LG is making its best case yet for a potential blockbuster smartphone: laser beams.
The Korean electronics conglomerate on Tuesday introduced the G3, its latest flagship smartphone, in a massive global unveiling. The point of the six-city launch event: to demonstrate that LG and the G3 should be considered in the same stratus as Apple's iPhone and Samsung's Galaxy S franchises.
For LG, having a hit smartphone is critical to its mission of raising its profile in the eyes of consumers, creating a "halo effect" that benefits its wide range of other products, from washing machines to televisions. Having long played second fiddle to Korean rival Samsung Electronics, LG hopes to break through with the G3.
The G3 isn't a revolutionary product -- even by the company's own admission -- but it addresses some of the key weaknesses of the G2 and adds a genuinely cool laser-guided autofocus. There's the usual upgrades too: a larger, clearer display and the speediest processor available from Qualcomm.
CNET talked to Dr. Ramchan Woo, head of LG's mobile platform planning division, about the creation of the G3. The following is an edited transcript of our email conversation.
Q: In creating the G3, what was the general theme or approach you used?
Woo: Our general approach was to stick with the game plan we started in G2, but work on some of the areas which received the most critical feedback, such as the plastic back cover and the [user interface]. G3 is a work of evolution; it couldn't have happened without G2.
How much were you influenced by how other smartphones such as the iPhone 5S, Samsung Galaxy S5 or HTC One?
Of course we look at all the competition out there but there wasn't any one aspect that we were trying to emulate. Every phone has its pluses and minuses, but nothing out there is perfect.
The camera continues to be an important feature for consumers, yet you didn't change it too much. Why?
We kept the camera pretty much as is, since people said that was what they loved about the G2. We added software stabilization in OIS+ for G Pro 2, which we carried over in the G3. We don't think more megapixels is the only way to improve a camera, so we decided to focus on other areas.
The biggest negative feedback we got about the G2's camera was the speed of focusing so we made that our top priority. We came up with the laser idea [the G3 uses a laser to measure the distance to the camera's subject] from our home appliance company, where the engineers were testing lasers as part of the robot vacuum cleaner's camera. We took that idea and implemented it as a way to speed up focus time. We can do this type of "holistic" R&D because of our diverse business interests, not many smartphone manufacturers can.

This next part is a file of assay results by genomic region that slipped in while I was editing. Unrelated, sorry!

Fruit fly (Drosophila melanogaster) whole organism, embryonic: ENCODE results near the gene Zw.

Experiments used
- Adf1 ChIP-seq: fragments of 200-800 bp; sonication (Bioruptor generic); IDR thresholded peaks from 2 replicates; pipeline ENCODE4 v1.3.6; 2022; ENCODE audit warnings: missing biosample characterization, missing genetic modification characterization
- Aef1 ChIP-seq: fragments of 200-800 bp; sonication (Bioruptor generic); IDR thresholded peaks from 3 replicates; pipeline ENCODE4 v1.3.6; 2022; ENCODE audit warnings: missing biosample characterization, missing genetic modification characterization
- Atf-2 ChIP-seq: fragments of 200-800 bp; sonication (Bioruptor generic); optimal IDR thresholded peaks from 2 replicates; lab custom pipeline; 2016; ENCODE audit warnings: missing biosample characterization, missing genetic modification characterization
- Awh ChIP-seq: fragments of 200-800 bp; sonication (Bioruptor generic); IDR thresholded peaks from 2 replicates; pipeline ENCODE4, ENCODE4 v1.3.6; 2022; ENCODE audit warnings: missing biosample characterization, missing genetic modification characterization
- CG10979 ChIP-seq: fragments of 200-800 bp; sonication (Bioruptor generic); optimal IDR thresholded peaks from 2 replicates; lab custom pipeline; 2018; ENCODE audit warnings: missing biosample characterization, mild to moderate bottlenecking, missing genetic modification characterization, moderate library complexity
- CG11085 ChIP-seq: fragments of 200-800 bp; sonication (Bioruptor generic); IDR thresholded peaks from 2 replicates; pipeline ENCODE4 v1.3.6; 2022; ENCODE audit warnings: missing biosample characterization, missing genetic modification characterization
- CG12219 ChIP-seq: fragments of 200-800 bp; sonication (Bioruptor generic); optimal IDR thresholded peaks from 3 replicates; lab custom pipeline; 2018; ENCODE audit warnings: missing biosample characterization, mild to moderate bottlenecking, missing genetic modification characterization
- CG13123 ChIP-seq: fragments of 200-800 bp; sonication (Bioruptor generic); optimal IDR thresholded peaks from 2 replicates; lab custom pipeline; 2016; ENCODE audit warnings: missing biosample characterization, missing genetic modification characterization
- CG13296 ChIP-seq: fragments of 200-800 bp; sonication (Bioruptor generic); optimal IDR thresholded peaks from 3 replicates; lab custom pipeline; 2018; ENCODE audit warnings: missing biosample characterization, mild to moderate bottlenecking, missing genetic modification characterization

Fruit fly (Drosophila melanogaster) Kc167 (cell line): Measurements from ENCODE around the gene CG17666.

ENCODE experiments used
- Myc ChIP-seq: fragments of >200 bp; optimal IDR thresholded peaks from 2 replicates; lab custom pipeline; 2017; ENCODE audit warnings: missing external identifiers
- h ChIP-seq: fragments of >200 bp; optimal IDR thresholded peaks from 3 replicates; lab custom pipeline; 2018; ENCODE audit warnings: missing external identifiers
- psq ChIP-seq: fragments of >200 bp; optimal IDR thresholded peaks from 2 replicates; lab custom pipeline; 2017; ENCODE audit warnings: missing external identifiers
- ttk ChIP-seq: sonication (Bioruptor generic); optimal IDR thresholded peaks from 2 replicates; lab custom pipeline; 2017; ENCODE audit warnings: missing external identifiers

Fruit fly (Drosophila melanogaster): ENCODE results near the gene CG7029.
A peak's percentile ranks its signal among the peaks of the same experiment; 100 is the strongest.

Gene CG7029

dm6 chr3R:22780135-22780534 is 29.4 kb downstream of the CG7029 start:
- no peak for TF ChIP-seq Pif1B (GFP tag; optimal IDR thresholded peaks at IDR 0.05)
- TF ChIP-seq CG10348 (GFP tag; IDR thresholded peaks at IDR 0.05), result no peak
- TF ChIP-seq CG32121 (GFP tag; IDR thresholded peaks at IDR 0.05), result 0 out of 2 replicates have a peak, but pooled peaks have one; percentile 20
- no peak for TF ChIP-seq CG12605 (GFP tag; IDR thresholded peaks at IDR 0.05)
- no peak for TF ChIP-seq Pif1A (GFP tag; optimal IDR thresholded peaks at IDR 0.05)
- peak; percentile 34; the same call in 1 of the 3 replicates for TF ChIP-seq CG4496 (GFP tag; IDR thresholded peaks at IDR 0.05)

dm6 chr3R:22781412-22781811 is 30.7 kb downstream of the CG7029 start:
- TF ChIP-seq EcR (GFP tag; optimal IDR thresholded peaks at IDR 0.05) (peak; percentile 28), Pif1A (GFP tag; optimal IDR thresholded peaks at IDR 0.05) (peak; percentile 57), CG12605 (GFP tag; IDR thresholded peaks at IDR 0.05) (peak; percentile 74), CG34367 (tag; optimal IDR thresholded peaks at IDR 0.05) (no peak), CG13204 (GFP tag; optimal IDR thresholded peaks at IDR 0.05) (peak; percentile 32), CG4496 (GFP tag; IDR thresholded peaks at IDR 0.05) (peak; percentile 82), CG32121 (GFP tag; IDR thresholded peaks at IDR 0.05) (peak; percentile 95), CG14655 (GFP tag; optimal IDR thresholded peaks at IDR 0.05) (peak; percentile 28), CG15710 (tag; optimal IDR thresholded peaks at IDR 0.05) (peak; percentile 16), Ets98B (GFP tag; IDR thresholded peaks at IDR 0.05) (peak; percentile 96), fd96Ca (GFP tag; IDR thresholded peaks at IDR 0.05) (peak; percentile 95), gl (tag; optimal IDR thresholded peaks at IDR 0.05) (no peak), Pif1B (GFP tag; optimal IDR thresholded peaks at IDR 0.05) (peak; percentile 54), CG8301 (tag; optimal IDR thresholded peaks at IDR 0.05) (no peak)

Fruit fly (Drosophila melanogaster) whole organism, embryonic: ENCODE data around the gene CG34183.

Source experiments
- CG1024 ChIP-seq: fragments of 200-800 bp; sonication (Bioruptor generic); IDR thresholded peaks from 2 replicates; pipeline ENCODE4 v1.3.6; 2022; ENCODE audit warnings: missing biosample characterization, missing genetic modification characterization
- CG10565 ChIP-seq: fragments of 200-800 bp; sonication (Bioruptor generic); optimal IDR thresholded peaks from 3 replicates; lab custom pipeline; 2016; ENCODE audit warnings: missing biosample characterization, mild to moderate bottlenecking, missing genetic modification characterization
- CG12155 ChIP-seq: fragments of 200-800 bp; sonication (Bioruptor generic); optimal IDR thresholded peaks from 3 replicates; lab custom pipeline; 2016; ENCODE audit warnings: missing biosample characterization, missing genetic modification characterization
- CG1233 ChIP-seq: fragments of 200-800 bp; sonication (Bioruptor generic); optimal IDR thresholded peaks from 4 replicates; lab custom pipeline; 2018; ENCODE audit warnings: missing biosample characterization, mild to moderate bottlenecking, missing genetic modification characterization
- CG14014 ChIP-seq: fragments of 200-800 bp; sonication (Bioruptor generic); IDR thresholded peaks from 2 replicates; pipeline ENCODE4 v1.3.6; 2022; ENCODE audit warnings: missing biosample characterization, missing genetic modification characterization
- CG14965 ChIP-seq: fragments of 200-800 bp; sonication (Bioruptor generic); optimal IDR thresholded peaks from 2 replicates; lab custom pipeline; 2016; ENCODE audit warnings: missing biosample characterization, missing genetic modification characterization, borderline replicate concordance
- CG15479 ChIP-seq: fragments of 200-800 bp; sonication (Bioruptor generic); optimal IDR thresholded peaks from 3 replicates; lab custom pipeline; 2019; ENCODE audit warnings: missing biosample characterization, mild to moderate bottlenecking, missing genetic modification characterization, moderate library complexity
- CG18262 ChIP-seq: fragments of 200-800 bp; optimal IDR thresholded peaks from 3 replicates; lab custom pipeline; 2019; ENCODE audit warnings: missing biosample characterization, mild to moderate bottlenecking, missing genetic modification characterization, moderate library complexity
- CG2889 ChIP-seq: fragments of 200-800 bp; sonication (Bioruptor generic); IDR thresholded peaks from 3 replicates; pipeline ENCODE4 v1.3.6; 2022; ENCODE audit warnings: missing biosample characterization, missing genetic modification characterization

What material is the back made of? It looks metallic.
It's plastic with a unique metal film, not metallic paint. We think this offers the best of both worlds -- the flexibility to allow the back cover to be removed with a premium metallic finish that isn't a fingerprint magnet.
We've talked before about the difficulties of using metal materials, both in terms of cost and signal reception -- does that remain an issue?
It still is. We think the disadvantages in terms of weight and challenges in manufacturing outweigh the benefits. That might change in the future with advances in materials science but right now, we think there are too many trade-offs using metal in large smartphones.
How far back does the development process go? At what point did you start thinking about the G3?
We were already thinking of the successor to G2 even before the G2 launched. You have to understand that many of the decisions that went into G2 were finalized long before its August 2013 introduction.
What did you feel worked about the G2? What didn't work?
We weren't happy with the quality of the back cover and the software needed more development. We were happy with almost everything else, from the battery to the camera to performance.
Speaking of the software, how have you improved the experience?
As you'll see in the G3, it's much simpler and less "in your face." It's definitely more subtle.
The back button has obviously been a controversial move, but you're sticking with it. What have you learned over the last few months about how people are using the back button?
What we've learned is that over time, people grow to love it. There are no buttons to press accidentally when taking the phone out of your pocket and the larger buttons are easier to press when you're talking on the phone. Consumers were so used to buttons on the sides and top that they didn't know what to make of our design at first, so we were willing to make the investment in time and effort and it's paying off.
It appears as if you've trimmed down the bezel even more. Is that difficult to do construction-wise? How far away are we from a true edge-to-edge glass display? Or is that practically impossible?
We're pretty proud of our industry-leading slim bezel capabilities. I wouldn't say edge-to-edge glass is impossible but I'm not sure it's desirable, since we want to leave a little bit of room for fingers! The benefit of slimmer bezels is that we can use a larger display and still keep the phone manageable with one hand.
Why is the LG G3 coming out so quickly after the G2, which launched in August?
We wanted to introduce G3 earlier so consumers could comparison-shop with the main competitor phones. It will give us more time this year to roll G3 out globally, which is a strong plus.